1 Australian Government Department of Health. (2014). Seventh National HIV Strategy 2014–2017. Commonwealth of Australia, Canberra.

2 Grierson, J., Pitts, M., Koelmeyer, R. (2013). HIV Futures Seven: The Health and Wellbeing of HIV Positive People in Australia, monograph series number 88. Australian Research Centre in Sex, Health and Society, La Trobe University, Melbourne.

3 The Kirby Institute. (2014). HIV, viral hepatitis and sexually transmissible infections in Australia Annual Surveillance Report 2014. The Kirby Institute, University of New South Wales, Sydney.

4 Koelmeyer, R., McDonald, K., Grierson, J. (2012). Beyond the data: Distinct features and experiences of women living with HIV in Australia. HIV Australia, Vol. 9, No. 4, 8–10.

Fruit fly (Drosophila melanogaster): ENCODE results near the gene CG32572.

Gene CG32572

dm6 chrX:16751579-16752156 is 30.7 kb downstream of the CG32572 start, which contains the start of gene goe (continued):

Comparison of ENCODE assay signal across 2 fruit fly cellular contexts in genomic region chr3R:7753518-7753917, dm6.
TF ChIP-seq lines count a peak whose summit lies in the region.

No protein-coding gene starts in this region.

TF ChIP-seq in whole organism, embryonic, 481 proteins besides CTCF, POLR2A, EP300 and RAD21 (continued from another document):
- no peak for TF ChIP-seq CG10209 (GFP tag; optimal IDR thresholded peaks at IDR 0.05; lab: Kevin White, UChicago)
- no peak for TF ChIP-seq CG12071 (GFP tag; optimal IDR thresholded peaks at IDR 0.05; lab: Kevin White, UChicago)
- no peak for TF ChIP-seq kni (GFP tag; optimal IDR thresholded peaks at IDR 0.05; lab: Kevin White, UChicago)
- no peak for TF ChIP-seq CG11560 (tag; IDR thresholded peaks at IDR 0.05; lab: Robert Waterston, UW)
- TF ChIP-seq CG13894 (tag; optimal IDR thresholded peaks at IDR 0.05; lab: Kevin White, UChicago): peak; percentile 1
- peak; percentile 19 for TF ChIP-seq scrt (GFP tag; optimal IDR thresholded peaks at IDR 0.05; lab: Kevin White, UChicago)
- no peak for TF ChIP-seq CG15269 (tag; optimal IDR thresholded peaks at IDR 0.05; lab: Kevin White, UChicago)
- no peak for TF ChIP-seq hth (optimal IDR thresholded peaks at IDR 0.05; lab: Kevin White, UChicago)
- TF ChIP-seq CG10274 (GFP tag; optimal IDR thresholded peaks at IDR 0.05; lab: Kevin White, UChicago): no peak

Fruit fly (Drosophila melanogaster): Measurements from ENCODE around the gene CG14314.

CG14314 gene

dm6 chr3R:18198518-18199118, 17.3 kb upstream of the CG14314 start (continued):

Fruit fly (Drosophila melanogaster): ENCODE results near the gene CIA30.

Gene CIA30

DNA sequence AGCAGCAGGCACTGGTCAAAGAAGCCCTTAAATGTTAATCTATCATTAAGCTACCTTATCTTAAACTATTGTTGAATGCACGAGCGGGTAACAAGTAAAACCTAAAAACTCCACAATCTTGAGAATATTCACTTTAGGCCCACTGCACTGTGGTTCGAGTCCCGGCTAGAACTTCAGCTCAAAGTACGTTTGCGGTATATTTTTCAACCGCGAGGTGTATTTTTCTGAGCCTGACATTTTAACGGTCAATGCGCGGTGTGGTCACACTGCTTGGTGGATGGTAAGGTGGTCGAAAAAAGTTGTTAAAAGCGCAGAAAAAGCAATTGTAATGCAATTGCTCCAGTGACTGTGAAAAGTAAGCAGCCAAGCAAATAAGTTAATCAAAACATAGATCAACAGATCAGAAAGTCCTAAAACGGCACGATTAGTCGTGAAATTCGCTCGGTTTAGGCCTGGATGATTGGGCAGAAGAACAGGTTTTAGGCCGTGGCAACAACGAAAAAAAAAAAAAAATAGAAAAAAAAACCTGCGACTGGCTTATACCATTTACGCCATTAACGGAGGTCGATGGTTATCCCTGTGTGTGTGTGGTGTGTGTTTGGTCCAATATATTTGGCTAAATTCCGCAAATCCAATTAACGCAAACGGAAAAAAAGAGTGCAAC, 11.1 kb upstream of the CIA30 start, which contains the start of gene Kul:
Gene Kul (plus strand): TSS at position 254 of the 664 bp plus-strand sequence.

5 Grierson, J., et al. (2013). op. cit.

6 UN News Centre. (2010, 9 June). Noting progress to date, Ban urges greater efforts against HIV/AIDS. UNAIDS, Geneva. Retrieved from:

7 Patel, Z. (2014, 24 July). Why the face of AIDS pandemic is now female. Retrieved from:

8 Reidpath, D., Chan, K. (2005). Method for the quantitative analysis of the layering of HIV–related stigma. AIDS Care, 17(4), 425–432.


Alison Boughey is Executive Officer at Positive Women Victoria.

Autumn Pierce is Health Promotion Coordinator at Positive Women Victoria.

Michelle Wesley is Peer Support Coordinator at Positive Women Victoria.